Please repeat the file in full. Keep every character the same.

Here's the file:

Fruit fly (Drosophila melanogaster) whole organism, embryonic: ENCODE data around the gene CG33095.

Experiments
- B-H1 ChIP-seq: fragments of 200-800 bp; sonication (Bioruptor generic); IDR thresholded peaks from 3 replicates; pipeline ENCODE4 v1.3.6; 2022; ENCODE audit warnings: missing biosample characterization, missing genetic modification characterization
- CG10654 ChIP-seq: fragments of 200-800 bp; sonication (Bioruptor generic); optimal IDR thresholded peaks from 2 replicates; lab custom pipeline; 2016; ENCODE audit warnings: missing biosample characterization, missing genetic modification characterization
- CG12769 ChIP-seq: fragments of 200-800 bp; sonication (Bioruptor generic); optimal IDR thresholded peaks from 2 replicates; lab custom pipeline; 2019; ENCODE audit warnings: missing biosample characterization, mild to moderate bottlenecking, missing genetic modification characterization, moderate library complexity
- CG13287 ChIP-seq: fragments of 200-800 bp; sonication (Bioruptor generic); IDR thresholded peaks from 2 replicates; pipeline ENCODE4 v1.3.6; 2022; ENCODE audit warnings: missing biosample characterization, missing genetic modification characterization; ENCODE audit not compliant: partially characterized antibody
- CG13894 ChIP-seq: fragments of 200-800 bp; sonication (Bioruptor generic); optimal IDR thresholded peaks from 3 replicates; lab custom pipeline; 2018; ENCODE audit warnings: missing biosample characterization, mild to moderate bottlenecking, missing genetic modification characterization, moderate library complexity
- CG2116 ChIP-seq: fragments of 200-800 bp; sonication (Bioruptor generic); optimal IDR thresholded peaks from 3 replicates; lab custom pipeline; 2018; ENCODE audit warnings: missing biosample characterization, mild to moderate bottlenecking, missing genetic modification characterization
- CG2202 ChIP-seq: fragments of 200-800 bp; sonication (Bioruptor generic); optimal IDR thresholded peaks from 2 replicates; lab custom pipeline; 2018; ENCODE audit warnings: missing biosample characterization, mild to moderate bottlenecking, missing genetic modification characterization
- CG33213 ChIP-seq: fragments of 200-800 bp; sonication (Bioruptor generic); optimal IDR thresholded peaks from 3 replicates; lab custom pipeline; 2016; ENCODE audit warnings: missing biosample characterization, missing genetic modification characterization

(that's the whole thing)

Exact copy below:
Fruit fly (Drosophila melanogaster) whole organism, embryonic: ENCODE data around the gene CG33095.

Experiments
- B-H1 ChIP-seq: fragments of 200-800 bp; sonication (Bioruptor generic); IDR thresholded peaks from 3 replicates; pipeline ENCODE4 v1.3.6; 2022; ENCODE audit warnings: missing biosample characterization, missing genetic modification characterization
- CG10654 ChIP-seq: fragments of 200-800 bp; sonication (Bioruptor generic); optimal IDR thresholded peaks from 2 replicates; lab custom pipeline; 2016; ENCODE audit warnings: missing biosample characterization, missing genetic modification characterization
- CG12769 ChIP-seq: fragments of 200-800 bp; sonication (Bioruptor generic); optimal IDR thresholded peaks from 2 replicates; lab custom pipeline; 2019; ENCODE audit warnings: missing biosample characterization, mild to moderate bottlenecking, missing genetic modification characterization, moderate library complexity
- CG13287 ChIP-seq: fragments of 200-800 bp; sonication (Bioruptor generic); IDR thresholded peaks from 2 replicates; pipeline ENCODE4 v1.3.6; 2022; ENCODE audit warnings: missing biosample characterization, missing genetic modification characterization; ENCODE audit not compliant: partially characterized antibody
- CG13894 ChIP-seq: fragments of 200-800 bp; sonication (Bioruptor generic); optimal IDR thresholded peaks from 3 replicates; lab custom pipeline; 2018; ENCODE audit warnings: missing biosample characterization, mild to moderate bottlenecking, missing genetic modification characterization, moderate library complexity
- CG2116 ChIP-seq: fragments of 200-800 bp; sonication (Bioruptor generic); optimal IDR thresholded peaks from 3 replicates; lab custom pipeline; 2018; ENCODE audit warnings: missing biosample characterization, mild to moderate bottlenecking, missing genetic modification characterization
- CG2202 ChIP-seq: fragments of 200-800 bp; sonication (Bioruptor generic); optimal IDR thresholded peaks from 2 replicates; lab custom pipeline; 2018; ENCODE audit warnings: missing biosample characterization, mild to moderate bottlenecking, missing genetic modification characterization
- CG33213 ChIP-seq: fragments of 200-800 bp; sonication (Bioruptor generic); optimal IDR thresholded peaks from 3 replicates; lab custom pipeline; 2016; ENCODE audit warnings: missing biosample characterization, missing genetic modification characterization